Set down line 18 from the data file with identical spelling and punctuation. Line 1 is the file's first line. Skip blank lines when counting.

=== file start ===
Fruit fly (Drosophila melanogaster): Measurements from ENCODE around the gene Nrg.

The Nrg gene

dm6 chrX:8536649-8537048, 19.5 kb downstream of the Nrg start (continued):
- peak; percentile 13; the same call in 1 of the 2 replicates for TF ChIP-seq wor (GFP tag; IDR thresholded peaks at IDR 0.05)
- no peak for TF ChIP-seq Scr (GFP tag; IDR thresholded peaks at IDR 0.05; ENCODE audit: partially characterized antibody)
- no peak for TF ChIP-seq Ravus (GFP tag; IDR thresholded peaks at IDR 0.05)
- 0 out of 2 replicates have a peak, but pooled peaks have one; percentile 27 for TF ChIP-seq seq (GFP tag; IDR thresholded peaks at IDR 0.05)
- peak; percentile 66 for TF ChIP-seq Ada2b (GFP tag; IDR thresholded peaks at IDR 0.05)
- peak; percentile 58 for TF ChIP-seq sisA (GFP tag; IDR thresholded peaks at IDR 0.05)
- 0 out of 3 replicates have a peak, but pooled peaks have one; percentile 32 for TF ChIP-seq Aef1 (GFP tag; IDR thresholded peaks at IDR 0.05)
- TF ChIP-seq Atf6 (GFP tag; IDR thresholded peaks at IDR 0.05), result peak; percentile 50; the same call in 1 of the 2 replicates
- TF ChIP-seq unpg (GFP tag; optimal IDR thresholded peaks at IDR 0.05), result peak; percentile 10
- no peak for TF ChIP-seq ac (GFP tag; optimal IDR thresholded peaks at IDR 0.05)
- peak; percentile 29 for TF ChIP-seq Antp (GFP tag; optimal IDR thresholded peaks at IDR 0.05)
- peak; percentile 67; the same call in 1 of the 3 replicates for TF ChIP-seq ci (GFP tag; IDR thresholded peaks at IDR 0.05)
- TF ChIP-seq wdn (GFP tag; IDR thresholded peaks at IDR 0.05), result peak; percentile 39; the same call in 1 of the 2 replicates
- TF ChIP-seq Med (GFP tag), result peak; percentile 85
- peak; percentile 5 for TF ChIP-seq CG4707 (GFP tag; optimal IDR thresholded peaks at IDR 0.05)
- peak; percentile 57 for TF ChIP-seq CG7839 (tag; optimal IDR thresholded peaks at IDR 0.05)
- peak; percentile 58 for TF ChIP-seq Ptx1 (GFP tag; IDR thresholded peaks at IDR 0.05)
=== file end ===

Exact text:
- peak; percentile 5 for TF ChIP-seq CG4707 (GFP tag; optimal IDR thresholded peaks at IDR 0.05)